75 years of UN in 75 stories: Erwin Kamp

In 2000, Erwin Kamp (1965) travelled with a United Nations mission to Ethiopia and Eritrea as a humanist chaplain. A visit to a mass grave left a deep impression.

Between 1998 and 2000, a war between Eritrea and Ethiopia tore the Horn of Africa apart. It started with a dispute over the border between the two countries, which had never been properly defined after Eritrea declared independence from Ethiopia in 1993.

After the war ended with a cease-fire, the UN Security Council made the decision on 31 July 2000 to establish the United Nations Mission in Ethiopia and Eritrea (UNMEE). UNMEE oversees enforcement of the cease-fire and is active in landmine removal. The two countries are separated by a demilitarised zone. The Netherlands is a participant in this mission.

In 1991, after a bloody war, Eritrea seceded from Ethiopia. When the fighting was over, UN soldiers were sent in to keep the fragile peace. “A temporary security zone between the two countries had been established, and it was our job to make sure that no Ethiopian or Eritrean soldiers entered it.”

“Extreme situations confront you with values that are essential to you”

The mission made an unforgettable impression on Kamp. “During the war, the Ethiopian army had tried and failed to take a certain mountain. It had cost thousands of Ethiopian soldiers their lives. The Eritreans wanted to make an example of it, so they let the bodies lie there. When we got there, they had been there for over a year and half, just lying there in the blazing sun.

I knew the story, but I didn’t need to ever see the place with my own eyes. Too confronting. Until someone said to me, ‘You’re a chaplain. What will you do if somewhere down the line, someone comes to you who’s having problems because of what he saw there?’ And he had a point. So I decided to go.”

“In the letter, I described the sickly sweet stench that hung in the air”

During the mission, Kamp sent a letter back to the Netherlands every week. He also wrote about what he had seen on those days. “I recently went back and read them again. I started out by just reporting the facts, but they gradually got more and more detailed. I described the heavy, sickly sweet stench that hung all over the place. The vast numbers of bullet casings that were everywhere. The fact that some of the bodies had nearly decomposed, but on some you could still see a facial expression.”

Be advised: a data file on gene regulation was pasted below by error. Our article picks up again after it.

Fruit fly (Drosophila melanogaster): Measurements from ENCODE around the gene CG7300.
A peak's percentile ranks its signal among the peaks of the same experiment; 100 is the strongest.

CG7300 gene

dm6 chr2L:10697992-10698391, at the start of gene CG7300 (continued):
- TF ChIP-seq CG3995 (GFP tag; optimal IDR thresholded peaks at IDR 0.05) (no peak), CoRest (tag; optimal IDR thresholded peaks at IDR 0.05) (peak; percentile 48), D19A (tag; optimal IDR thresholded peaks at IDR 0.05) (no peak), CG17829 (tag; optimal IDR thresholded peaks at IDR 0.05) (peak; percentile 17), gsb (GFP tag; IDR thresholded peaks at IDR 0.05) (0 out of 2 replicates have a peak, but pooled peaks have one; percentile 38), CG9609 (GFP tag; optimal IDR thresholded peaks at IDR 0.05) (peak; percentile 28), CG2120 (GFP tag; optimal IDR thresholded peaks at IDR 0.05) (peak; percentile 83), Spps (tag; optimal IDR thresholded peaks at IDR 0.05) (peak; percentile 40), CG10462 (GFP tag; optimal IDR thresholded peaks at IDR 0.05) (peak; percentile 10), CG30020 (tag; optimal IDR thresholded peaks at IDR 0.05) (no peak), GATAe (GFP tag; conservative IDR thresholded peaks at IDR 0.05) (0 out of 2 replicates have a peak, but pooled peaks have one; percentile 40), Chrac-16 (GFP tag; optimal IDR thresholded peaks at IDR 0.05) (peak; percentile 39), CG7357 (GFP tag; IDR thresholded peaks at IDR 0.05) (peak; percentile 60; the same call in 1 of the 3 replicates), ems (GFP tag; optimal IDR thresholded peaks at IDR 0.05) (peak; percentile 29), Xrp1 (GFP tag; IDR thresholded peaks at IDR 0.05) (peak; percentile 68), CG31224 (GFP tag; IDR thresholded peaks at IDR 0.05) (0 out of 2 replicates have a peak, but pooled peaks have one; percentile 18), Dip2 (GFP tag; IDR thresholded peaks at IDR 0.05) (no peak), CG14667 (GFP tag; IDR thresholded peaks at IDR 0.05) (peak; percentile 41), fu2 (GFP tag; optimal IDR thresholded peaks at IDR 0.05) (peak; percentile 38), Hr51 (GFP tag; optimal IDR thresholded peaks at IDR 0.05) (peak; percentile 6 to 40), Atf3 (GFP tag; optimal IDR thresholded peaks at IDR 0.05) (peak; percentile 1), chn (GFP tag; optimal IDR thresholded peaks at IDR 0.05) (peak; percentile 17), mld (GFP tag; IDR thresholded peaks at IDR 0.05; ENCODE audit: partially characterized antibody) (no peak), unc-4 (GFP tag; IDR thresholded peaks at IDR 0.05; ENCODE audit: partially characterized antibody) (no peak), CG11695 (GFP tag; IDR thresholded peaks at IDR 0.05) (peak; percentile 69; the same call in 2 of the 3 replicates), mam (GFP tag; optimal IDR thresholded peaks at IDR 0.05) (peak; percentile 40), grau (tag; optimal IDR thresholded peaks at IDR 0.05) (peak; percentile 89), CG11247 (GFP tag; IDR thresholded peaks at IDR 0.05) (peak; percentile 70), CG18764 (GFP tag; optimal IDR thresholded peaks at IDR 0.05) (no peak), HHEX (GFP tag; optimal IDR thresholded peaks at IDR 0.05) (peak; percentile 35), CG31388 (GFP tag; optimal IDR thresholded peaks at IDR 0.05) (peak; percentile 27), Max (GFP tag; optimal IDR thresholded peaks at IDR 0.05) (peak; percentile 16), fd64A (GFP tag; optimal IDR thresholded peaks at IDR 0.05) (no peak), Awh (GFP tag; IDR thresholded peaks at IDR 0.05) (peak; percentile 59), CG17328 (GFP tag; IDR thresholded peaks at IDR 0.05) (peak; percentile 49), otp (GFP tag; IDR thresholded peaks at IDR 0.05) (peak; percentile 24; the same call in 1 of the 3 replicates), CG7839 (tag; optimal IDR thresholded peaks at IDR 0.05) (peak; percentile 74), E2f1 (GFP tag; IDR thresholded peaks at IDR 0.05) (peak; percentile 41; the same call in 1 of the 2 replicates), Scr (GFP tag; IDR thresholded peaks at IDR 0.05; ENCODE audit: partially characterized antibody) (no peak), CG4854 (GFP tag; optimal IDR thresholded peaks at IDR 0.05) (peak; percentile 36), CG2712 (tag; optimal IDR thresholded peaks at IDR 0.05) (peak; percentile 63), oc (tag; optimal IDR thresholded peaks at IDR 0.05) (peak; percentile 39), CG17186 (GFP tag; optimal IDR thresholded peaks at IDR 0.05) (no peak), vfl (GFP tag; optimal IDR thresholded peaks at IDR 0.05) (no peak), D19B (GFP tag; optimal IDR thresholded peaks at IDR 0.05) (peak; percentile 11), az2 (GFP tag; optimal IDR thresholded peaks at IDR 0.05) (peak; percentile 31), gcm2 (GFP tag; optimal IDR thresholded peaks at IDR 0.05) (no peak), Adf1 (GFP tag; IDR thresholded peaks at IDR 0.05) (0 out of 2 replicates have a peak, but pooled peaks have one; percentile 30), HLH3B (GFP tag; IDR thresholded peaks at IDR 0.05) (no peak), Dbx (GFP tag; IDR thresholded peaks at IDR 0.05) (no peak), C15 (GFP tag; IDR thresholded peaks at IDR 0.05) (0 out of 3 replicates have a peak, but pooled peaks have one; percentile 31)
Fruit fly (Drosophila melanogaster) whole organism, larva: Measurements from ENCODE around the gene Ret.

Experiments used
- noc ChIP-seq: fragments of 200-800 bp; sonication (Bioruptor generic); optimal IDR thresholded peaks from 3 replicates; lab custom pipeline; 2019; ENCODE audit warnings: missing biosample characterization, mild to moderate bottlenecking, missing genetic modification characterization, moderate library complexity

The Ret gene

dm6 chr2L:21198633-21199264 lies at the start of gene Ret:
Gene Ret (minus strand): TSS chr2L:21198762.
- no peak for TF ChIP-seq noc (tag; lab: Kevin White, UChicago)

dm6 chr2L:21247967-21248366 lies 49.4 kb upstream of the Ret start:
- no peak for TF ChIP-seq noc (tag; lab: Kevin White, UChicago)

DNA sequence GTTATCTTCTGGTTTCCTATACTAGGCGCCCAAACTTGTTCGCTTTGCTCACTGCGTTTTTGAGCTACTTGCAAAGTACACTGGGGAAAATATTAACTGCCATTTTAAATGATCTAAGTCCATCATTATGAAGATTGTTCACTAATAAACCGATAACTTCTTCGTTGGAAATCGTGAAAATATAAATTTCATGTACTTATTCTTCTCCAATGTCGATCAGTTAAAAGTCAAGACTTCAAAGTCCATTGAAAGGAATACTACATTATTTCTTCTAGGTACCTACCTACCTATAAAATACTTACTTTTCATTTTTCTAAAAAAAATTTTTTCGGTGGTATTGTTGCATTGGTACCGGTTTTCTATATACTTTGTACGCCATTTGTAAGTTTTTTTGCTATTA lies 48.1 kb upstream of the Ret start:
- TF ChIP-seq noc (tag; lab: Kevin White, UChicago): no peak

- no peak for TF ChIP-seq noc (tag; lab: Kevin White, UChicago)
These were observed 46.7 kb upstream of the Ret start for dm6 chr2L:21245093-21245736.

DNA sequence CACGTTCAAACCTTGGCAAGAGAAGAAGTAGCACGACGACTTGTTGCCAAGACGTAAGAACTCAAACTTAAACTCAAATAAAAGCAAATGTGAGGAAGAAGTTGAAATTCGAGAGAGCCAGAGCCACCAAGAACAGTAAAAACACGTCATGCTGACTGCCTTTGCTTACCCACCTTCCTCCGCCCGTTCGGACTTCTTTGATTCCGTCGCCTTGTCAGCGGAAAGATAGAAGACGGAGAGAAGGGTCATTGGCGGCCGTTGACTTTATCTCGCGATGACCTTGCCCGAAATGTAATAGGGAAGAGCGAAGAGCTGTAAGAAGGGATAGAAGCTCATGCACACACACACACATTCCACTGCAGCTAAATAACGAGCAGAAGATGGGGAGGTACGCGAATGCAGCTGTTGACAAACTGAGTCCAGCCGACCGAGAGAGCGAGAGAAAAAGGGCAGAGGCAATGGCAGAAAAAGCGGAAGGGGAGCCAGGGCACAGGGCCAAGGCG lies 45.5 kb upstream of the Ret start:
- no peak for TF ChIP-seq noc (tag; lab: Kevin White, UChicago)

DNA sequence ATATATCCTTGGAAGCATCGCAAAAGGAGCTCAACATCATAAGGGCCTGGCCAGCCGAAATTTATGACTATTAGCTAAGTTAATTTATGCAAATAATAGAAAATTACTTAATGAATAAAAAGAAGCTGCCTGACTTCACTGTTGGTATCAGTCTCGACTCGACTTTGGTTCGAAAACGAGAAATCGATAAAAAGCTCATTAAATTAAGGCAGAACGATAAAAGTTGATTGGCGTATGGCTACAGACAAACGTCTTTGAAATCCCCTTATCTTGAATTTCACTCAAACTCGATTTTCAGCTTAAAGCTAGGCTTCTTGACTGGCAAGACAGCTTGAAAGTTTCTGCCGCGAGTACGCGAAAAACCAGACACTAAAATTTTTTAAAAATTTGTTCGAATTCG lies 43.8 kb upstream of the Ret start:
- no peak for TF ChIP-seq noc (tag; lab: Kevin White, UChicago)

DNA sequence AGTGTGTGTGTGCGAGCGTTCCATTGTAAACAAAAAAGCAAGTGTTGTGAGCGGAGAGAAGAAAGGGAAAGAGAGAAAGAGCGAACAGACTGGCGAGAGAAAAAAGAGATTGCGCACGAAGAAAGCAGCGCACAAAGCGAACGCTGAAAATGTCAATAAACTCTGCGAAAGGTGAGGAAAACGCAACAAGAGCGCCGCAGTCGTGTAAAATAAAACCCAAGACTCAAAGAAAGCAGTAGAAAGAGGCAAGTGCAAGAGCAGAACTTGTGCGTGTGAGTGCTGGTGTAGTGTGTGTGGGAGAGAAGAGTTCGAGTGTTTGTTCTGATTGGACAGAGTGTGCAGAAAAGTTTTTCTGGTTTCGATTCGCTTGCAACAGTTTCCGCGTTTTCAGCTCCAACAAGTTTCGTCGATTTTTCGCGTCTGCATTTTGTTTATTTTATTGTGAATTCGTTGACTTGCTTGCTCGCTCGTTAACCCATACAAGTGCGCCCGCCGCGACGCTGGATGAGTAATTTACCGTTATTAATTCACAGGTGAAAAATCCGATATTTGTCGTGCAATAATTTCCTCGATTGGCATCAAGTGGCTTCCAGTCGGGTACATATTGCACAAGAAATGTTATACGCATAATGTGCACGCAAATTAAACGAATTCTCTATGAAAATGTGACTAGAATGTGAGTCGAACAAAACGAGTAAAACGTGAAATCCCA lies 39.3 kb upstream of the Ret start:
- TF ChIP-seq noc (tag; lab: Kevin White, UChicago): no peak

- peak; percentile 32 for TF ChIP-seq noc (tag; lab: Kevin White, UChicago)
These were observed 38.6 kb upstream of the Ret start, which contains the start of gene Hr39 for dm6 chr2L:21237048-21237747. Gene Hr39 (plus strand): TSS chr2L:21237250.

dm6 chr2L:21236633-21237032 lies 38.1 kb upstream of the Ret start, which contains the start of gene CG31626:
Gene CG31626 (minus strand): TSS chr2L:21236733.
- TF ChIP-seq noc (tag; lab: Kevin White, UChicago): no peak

As horrible as it was, Kamp says the experience did enrich him on many levels, including in his personal life. “These kinds of extreme situations confront you with values that are essential to you.”

The experiences of Kamp and the others on the mission were, in part, what prompted the UN to make arrangements in the peace negotiations on giving these dead a proper burial.

There is only one place on earth where nearly all the nations of the world sit around the table: the United Nations. The UN focuses on issues that transcend the borders of countries or even affect the entire world, such as peace and security, climate change, education, health, cultural heritage, economic development, and more. To many, the work of the UN seems very abstract, but by engaging with rescue workers, peacekeepers, aid workers, diplomats, eyewitnesses, soldiers, and others involved with the UN, it becomes clear how important the work of this organization is. This is exactly what Humanity House has done. Unfortunately, this organization had to close its doors, but Just Peace and Museon-Omniversum have teamed up to preserve their stories. You can now find these stories on Just Peace's website, and some of them are also included in an exhibition about the UN at Museon-Omniversum. 

The 75 Years of UN Stories were collected and curated by Frederiek Biemans for Humanity House.